23 U.S.C. 129 establishes policies relating to Federal participation in toll facilities. Subsection (a)(8) (formerly (a)(7)) authorizes the use of Federal funds by States to make loans to public or private entities for the purpose of constructing highways, bridges, and tunnels that have a dedicated revenue source to repay the loan. By using Section 129 loans, a State may leverage its Federal funds by assisting the initial project with a loan and then using the loan repayments to fund additional projects.
FHWA's Office of Innovative Program Delivery (OIPD) is responsible for ensuring that the Section 129 Loan Program is effectively administered and provides technical assistance to the States and FHWA Division Offices with respect to implementation. This document provides a summary discussion of stewardship practices for managing Section 129 Loans. The practices included in this document are based upon legislative requirements and a survey conducted of all FHWA Division Offices regarding program use by the States.
This document includes best practices related to Section 129 loans identified in a 2011 review of the program, along with some tools that may aid FHWA Division Offices and the States in carrying out their stewardship responsibilities.
A State that plans to issue or has an outstanding Section 129 loan must establish fiscal controls and accounting procedures sufficient to ensure proper accounting for Section 129 loans made and payments received. The fundamental standard for financial administration is set forth in 49 CFR 18.20. Section 129 loan obligations should be recorded in the Fiscal Management Information System (FMIS) identified in the notes pages as a loan. Section 2.3 below provides details on eligible uses of repaid loan funds as required by 23 U.S.C. 129 (a)(8)(H).
An identified best practice for fiscal controls is to maintain a loan monitoring system. A loan monitoring system generally includes the following:
The State should maintain sufficient information on the status of the loan and provide such information to the FHWA Division Office to provide an annual report to OIPD at the end of each Federal fiscal year until the loan is repaid. Appendix A provides a suggested format for the report that can be completed electronically via a spreadsheet provided by OIPD.
In accordance with 23 U.S.C. 129 (a)(8)(A), States may make Section 129 loans to a public or private entity to construct a highway, bridge, or tunnel or approach to the highway, bridge, or tunnel that is eligible for Federal-aid funding under title 23 United States Code and that has a revenue source specifically dedicated to repay the loan. Any Federal highway program category authorized under title 23 may be used for a Section 129 loan for an eligible road, bridge, tunnel, or ferry project, provided that the project receiving the loan is eligible for funding from that category of Federal-aid funding. Transit and intermodal projects are not eligible for Section 129 loans. If loans are requested for such projects, States are encouraged to submit a proposal to OIPD for a test under the 'TE-045' initiative. Under FHWA's research program, the Secretary is authorized to innovate with the requirements of title 23, United States Code and Code of Federal Regulations, which relate to finance and construction on a case-by-case basis. This allows FHWA to test new and innovative procedures to determine if revisions to certain statutory or regulatory provisions might result in improvements to the program. The TE-045 (Test and Evaluation) Program focuses on innovative finance with the goal of increasing investment and accelerating projects.
Before providing a Section 129 loan to a public or private entity, a State should enter into a written loan agreement with the project sponsor. The best practice for such an agreement is to include:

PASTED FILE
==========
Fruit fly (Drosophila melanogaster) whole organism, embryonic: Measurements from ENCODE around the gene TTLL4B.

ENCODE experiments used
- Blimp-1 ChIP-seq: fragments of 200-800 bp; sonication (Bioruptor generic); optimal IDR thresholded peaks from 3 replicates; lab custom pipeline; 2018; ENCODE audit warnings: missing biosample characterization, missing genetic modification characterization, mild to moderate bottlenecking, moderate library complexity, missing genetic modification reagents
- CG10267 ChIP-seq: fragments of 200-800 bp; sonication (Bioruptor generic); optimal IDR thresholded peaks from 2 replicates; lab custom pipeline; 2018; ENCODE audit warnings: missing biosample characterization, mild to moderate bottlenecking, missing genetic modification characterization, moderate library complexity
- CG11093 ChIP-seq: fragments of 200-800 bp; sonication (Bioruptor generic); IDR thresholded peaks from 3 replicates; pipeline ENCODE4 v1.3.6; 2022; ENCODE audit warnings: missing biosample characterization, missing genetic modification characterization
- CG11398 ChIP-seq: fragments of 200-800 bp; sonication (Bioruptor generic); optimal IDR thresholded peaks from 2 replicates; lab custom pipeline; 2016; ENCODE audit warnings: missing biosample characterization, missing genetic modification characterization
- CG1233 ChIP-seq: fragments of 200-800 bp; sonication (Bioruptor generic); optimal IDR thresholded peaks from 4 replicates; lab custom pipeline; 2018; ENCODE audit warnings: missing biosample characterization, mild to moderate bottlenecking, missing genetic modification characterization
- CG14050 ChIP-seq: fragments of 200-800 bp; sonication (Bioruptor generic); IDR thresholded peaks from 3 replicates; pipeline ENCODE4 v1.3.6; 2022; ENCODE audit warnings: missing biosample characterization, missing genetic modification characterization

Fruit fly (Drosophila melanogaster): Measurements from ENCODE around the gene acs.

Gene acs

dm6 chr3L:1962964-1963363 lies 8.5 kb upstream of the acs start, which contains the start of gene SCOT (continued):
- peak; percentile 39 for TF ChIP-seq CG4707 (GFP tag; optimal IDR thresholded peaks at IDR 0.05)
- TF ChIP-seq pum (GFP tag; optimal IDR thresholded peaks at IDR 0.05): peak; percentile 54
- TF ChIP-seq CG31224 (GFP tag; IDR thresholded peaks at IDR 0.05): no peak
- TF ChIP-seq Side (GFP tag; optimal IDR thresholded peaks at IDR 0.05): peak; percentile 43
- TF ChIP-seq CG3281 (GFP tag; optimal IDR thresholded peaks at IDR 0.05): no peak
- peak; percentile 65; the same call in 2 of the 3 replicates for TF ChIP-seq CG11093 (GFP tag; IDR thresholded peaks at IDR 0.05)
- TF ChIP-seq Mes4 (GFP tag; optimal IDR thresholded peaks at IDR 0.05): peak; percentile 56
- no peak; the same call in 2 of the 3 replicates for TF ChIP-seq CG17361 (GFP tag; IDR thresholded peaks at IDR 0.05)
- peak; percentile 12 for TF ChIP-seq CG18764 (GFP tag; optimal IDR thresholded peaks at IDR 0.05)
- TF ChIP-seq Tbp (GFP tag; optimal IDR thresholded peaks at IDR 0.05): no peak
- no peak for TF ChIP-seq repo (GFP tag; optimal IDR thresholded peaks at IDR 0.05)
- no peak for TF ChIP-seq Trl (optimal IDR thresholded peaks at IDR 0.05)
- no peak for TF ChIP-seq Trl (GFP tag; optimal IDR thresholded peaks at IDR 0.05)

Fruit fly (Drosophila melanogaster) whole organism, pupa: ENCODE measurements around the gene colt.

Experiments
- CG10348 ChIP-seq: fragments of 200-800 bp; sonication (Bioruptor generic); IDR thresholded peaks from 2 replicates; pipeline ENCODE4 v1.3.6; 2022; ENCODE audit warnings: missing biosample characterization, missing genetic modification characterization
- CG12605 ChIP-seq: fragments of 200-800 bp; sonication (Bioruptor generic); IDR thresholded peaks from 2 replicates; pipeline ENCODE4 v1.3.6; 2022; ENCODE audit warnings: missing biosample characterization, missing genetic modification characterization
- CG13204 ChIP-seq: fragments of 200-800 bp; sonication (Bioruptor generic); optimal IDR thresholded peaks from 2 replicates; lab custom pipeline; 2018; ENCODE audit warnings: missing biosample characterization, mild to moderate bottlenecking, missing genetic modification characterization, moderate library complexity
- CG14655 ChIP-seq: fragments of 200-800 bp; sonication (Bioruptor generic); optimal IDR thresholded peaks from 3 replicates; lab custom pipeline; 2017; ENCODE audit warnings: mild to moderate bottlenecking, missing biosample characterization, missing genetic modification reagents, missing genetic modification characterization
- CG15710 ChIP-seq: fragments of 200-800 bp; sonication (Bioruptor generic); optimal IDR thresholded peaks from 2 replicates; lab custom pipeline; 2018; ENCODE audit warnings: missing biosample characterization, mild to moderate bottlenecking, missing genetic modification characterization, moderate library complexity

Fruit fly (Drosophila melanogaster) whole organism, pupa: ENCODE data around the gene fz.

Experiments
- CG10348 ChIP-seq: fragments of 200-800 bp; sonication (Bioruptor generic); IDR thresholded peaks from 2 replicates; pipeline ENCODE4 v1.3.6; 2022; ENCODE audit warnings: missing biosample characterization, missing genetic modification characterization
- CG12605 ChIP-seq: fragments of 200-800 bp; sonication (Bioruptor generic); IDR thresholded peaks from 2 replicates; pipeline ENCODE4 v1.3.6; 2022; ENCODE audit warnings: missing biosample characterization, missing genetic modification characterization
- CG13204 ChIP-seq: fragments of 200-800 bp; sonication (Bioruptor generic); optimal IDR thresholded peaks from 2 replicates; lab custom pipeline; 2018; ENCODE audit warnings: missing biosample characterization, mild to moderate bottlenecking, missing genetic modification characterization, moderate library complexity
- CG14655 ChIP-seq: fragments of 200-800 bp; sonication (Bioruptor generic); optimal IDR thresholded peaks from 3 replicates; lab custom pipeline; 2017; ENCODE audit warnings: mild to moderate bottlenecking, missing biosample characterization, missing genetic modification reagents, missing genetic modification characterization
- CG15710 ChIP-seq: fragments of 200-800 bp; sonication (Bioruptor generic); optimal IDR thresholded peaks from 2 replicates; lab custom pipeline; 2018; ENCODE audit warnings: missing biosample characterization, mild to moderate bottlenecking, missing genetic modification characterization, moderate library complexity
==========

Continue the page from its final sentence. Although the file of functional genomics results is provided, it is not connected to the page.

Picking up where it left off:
Section 129 (a)(8)(B) requires that a project sponsor receiving a Section 129 loan must ensure that the project complies with the Federal requirements that apply to Federal-aid projects under title 23 and any other applicable Federal law, including any applicable Federal environmental law. Obligations of Federal funds applied to a Section 129 loan should be included in the metropolitan Transportation Improvement Program (TIP) [23 U.S.C. 134(j)] and the Statewide Transportation Improvement Program (STIP) [23 U.S.C. 135(g)] documents.
In accordance with 23 U.S.C. 129 (a)(8)(H), amounts repaid to a State from a loan recipient must be used to assist projects that are eligible under title 23; however, projects financed from loan repayments may be administered in the same manner as State or local funded projects and are not subject to Federal requirements (see Section 2.3). Funds derived from repaid loans can therefore be used as State match for an eligible Federal-aid project.
Project Selection. The process for funding a Section 129 loan should be similar to the process for committing funds to and obtaining reimbursement for any other Federal-aid project. The State's process should include:
FHWA Approval. In accordance with 23 U.S.C. 106, the State will submit a Federal-aid Project Agreement to FHWA for approval, identifying the project as a Section 129 loan project. After ensuring that the project is Federal-aid eligible, the FHWA Division Office may authorize the project resulting in the obligation of Federal funds in the amount requested by the State. The project may be approved as advance construction in accordance with 23 U.S.C. 115, allowing the State to obligate Federal funds on a periodic partial conversion basis.
Federal Reimbursements. FHWA may make reimbursements to the State through the standard Federal-aid billing process when the loan funds are disbursed to the project sponsor. While FHWA reimbursements on Section 129 loans are for loan disbursements and not project expenditures, annual reimbursements that fund loan disbursements should match up with expected project expenditures, to the extent practicable (i.e., minimize reimbursements for upfront disbursements when those loan funds are not yet needed) consistent with 49 CFR 18.21 and Treasury regulations relating to cash management, 31 CFR 205. Therefore, on a long-term project, it is considered a best practice for the loan to be funded in tranches that reasonably match annual or semi-annual project expenditures.